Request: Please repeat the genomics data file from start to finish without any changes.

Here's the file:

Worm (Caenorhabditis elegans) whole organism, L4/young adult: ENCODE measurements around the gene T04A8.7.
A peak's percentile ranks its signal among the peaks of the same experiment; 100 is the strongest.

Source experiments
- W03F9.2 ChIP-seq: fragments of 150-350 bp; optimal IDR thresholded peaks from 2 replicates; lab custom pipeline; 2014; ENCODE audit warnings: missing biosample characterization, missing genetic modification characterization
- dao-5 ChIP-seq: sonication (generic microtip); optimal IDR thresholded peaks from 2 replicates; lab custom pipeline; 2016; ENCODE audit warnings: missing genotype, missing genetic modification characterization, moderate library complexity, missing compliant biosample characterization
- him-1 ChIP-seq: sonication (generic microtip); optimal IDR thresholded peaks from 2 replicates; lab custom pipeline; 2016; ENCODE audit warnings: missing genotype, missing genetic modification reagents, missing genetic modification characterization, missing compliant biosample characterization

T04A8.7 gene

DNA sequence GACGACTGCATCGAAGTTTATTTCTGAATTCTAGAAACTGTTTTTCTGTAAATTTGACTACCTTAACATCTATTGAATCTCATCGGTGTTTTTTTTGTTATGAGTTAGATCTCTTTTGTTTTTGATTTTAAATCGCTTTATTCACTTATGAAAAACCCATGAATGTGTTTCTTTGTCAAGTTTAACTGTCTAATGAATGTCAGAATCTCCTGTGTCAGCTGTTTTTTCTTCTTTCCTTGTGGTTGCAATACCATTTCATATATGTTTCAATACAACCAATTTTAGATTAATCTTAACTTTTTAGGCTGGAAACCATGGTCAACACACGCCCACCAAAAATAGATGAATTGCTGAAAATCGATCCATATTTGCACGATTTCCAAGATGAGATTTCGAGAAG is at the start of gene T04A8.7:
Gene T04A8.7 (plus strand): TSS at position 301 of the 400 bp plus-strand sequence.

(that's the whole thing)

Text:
Worm (Caenorhabditis elegans) whole organism, L4/young adult: ENCODE measurements around the gene T04A8.7.
A peak's percentile ranks its signal among the peaks of the same experiment; 100 is the strongest.

Source experiments
- W03F9.2 ChIP-seq: fragments of 150-350 bp; optimal IDR thresholded peaks from 2 replicates; lab custom pipeline; 2014; ENCODE audit warnings: missing biosample characterization, missing genetic modification characterization
- dao-5 ChIP-seq: sonication (generic microtip); optimal IDR thresholded peaks from 2 replicates; lab custom pipeline; 2016; ENCODE audit warnings: missing genotype, missing genetic modification characterization, moderate library complexity, missing compliant biosample characterization
- him-1 ChIP-seq: sonication (generic microtip); optimal IDR thresholded peaks from 2 replicates; lab custom pipeline; 2016; ENCODE audit warnings: missing genotype, missing genetic modification reagents, missing genetic modification characterization, missing compliant biosample characterization

T04A8.7 gene

DNA sequence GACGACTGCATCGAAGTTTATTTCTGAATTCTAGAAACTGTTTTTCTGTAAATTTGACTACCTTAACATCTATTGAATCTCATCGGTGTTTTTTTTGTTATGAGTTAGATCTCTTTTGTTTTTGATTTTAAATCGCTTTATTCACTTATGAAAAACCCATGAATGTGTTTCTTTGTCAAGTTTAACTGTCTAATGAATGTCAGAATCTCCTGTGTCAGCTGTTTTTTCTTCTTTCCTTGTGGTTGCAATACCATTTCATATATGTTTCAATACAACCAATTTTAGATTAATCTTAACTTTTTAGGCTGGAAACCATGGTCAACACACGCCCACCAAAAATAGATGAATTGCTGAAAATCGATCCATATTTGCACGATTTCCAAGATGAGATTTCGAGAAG is at the start of gene T04A8.7:
Gene T04A8.7 (plus strand): TSS at position 301 of the 400 bp plus-strand sequence.